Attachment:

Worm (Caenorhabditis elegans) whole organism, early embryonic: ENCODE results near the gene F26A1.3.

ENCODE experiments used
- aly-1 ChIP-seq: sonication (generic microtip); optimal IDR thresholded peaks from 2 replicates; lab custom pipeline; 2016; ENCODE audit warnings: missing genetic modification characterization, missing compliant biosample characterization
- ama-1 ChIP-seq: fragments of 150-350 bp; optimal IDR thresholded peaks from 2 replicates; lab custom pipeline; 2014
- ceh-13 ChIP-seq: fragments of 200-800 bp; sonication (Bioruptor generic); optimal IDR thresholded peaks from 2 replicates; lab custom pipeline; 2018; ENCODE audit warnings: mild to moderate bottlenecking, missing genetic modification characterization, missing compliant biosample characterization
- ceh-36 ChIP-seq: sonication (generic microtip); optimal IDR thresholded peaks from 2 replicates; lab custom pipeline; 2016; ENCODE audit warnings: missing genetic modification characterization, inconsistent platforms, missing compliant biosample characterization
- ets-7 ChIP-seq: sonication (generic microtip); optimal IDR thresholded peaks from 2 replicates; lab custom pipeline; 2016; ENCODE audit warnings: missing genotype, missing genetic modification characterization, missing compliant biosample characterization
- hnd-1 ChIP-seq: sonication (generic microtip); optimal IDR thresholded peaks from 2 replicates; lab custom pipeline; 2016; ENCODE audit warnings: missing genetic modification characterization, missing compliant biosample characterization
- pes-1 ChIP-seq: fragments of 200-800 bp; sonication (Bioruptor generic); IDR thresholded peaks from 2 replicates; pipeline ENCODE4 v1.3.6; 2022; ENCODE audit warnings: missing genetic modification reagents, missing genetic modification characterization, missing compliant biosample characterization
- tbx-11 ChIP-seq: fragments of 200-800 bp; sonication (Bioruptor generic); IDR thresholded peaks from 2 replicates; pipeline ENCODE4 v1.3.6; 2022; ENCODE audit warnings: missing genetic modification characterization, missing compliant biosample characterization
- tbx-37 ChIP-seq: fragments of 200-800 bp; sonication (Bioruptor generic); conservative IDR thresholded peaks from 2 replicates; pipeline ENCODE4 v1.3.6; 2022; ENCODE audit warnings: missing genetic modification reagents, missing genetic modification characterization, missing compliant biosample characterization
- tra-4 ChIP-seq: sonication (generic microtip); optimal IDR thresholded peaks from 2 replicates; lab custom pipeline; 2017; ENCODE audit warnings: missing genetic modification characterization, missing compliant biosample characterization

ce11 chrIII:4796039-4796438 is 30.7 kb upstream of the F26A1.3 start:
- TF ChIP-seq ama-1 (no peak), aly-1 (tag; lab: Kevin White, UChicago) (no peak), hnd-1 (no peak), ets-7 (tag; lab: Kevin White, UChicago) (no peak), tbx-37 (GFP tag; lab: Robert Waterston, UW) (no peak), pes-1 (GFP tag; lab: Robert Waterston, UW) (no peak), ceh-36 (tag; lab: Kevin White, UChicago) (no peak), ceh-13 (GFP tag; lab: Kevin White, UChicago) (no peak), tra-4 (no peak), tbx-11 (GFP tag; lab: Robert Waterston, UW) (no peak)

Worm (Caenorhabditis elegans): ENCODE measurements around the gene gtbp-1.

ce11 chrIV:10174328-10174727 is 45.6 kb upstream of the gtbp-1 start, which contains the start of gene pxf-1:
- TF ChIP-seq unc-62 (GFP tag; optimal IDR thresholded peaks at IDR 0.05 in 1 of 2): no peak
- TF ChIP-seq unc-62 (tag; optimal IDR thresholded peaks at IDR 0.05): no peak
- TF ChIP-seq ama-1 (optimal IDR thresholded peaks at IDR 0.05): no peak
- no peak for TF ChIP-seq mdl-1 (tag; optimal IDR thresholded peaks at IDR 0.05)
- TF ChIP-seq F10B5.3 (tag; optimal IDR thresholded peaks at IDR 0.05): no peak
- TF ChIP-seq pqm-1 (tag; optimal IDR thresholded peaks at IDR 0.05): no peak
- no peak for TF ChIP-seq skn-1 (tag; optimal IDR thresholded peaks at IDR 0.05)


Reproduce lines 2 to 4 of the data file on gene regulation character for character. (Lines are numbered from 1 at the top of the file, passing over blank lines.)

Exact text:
ENCODE experiments used
- aly-1 ChIP-seq: sonication (generic microtip); optimal IDR thresholded peaks from 2 replicates; lab custom pipeline; 2016; ENCODE audit warnings: missing genetic modification characterization, missing compliant biosample characterization
- ama-1 ChIP-seq: fragments of 150-350 bp; optimal IDR thresholded peaks from 2 replicates; lab custom pipeline; 2014